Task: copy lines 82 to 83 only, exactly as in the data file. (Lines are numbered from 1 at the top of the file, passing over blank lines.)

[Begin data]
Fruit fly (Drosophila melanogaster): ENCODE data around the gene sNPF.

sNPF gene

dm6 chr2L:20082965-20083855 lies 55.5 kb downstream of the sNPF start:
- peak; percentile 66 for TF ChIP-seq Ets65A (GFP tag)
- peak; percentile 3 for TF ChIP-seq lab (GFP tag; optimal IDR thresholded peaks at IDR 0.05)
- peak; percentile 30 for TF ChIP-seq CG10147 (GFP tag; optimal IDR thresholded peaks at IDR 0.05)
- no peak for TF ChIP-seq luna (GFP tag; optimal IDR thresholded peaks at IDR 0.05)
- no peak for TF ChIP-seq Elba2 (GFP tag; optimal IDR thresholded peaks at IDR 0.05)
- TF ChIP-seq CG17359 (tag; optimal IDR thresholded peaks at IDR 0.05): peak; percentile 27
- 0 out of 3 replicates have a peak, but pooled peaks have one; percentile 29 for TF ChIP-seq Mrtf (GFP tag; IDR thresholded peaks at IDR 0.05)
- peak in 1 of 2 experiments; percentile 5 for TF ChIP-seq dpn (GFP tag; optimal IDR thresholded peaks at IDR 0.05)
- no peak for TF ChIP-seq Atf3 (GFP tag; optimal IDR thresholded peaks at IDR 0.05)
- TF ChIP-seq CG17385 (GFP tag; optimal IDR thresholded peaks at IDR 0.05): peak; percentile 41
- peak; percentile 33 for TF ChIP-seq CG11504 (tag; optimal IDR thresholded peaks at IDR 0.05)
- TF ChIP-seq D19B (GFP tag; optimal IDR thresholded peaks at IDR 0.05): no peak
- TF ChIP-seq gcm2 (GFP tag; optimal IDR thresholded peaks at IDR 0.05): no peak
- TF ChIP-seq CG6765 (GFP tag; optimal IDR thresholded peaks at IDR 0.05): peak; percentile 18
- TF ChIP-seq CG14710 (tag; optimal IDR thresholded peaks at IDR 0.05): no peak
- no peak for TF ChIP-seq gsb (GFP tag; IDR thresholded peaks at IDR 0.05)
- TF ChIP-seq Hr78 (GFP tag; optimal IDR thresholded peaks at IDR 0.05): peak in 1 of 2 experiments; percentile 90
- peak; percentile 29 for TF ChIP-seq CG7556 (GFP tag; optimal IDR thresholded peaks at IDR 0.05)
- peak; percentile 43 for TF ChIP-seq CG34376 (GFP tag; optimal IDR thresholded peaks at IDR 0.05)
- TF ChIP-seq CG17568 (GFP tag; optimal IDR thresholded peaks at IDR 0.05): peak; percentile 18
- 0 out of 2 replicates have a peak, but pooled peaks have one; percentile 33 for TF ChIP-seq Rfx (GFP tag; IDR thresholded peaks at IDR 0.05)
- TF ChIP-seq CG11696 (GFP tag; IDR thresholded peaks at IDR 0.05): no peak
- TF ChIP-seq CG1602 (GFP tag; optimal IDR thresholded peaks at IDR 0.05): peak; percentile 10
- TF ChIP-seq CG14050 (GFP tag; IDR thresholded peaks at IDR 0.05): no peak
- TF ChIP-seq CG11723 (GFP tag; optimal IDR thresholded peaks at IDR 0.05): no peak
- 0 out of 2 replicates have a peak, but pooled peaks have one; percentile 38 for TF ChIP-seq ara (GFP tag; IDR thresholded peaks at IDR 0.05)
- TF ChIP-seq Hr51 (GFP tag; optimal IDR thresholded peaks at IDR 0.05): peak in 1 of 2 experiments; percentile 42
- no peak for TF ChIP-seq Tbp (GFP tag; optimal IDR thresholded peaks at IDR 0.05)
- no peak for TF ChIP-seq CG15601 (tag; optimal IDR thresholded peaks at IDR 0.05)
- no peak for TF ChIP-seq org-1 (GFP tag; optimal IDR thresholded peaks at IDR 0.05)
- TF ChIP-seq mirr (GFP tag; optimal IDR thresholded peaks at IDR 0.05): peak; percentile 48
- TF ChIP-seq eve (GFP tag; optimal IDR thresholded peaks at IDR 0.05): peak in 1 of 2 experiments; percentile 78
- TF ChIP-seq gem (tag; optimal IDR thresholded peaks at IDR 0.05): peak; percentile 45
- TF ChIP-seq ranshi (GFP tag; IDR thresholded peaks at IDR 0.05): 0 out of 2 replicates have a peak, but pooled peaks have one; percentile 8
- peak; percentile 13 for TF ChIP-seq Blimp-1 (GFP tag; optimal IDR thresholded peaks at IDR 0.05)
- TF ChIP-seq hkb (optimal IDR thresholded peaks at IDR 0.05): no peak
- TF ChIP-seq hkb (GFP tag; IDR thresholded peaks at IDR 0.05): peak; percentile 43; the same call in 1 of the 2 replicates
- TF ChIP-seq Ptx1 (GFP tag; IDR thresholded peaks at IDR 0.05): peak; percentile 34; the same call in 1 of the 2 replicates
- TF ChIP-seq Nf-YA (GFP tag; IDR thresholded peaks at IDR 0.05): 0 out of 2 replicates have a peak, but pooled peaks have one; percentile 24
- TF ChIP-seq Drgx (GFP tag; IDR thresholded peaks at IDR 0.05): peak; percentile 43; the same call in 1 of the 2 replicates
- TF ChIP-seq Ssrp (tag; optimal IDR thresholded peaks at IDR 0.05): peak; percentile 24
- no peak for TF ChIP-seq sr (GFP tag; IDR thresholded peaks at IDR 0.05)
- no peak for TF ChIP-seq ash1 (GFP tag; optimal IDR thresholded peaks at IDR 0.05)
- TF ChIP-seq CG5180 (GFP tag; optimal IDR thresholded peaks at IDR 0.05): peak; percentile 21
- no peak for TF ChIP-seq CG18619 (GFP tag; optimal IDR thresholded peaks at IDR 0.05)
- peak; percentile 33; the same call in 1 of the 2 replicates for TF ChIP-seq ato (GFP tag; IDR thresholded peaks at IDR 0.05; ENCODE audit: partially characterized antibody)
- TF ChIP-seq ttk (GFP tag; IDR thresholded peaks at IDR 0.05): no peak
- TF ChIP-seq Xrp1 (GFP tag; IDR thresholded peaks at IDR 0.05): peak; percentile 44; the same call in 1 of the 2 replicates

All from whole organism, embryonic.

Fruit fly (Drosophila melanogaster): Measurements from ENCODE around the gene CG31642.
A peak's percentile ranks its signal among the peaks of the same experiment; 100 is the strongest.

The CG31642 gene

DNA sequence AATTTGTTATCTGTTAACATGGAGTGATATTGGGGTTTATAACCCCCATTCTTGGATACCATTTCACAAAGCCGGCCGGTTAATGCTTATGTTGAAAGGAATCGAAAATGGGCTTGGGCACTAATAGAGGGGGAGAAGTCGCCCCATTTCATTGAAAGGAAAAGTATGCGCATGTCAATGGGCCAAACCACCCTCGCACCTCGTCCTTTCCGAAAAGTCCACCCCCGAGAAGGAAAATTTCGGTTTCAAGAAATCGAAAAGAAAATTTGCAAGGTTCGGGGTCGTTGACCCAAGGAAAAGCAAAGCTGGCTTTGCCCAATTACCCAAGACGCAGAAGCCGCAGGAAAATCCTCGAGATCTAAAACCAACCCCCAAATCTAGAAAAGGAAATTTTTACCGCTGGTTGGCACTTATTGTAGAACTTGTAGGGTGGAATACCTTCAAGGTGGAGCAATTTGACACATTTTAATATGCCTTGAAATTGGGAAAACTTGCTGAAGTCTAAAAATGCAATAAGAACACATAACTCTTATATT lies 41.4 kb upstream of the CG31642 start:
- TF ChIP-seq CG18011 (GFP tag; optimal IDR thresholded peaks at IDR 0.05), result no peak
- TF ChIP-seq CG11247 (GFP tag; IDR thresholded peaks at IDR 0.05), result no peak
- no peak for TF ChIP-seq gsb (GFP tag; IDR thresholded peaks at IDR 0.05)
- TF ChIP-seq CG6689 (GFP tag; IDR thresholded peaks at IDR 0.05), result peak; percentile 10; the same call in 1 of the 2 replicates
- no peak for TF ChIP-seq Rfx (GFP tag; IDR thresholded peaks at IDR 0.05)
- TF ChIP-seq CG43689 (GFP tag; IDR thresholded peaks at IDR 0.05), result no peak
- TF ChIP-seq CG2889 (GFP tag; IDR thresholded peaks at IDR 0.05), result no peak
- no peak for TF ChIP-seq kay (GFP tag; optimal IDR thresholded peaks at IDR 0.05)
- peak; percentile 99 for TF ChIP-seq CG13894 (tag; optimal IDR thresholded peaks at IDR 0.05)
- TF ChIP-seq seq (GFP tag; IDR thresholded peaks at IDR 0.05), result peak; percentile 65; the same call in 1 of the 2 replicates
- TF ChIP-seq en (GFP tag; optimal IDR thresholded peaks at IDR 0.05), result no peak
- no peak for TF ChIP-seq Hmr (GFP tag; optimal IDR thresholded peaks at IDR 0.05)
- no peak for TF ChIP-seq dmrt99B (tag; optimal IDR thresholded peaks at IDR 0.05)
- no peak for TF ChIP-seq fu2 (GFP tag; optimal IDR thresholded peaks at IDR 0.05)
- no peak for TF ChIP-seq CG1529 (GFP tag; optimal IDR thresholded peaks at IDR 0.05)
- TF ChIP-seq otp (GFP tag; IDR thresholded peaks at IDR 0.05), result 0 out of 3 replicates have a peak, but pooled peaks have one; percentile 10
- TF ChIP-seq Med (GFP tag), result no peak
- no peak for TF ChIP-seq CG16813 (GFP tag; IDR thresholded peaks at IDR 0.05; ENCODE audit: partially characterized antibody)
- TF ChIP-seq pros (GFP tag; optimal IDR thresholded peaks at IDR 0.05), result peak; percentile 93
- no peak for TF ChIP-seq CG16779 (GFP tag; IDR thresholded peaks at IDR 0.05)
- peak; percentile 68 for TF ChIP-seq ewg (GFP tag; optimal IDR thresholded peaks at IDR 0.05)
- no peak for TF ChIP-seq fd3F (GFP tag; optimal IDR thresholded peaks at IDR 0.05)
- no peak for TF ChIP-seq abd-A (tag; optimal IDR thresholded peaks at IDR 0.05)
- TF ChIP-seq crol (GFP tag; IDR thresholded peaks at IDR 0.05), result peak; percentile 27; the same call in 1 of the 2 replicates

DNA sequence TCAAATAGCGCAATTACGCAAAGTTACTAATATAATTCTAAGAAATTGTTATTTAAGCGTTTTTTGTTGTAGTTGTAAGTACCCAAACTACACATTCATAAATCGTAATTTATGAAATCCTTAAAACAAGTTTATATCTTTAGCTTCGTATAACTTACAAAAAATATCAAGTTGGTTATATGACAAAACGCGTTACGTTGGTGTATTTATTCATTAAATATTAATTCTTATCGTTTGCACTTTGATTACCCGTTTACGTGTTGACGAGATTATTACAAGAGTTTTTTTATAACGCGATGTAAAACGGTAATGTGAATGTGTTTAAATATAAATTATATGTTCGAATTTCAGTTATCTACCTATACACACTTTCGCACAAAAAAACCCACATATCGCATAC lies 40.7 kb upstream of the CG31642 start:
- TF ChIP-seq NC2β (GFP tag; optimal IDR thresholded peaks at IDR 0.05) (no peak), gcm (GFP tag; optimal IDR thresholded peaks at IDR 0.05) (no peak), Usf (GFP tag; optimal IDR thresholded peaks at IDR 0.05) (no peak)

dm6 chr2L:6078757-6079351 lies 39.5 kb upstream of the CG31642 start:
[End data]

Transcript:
- TF ChIP-seq NC2β (GFP tag; optimal IDR thresholded peaks at IDR 0.05) (no peak), gcm (GFP tag; optimal IDR thresholded peaks at IDR 0.05) (no peak), Usf (GFP tag; optimal IDR thresholded peaks at IDR 0.05) (no peak)

dm6 chr2L:6078757-6079351 lies 39.5 kb upstream of the CG31642 start: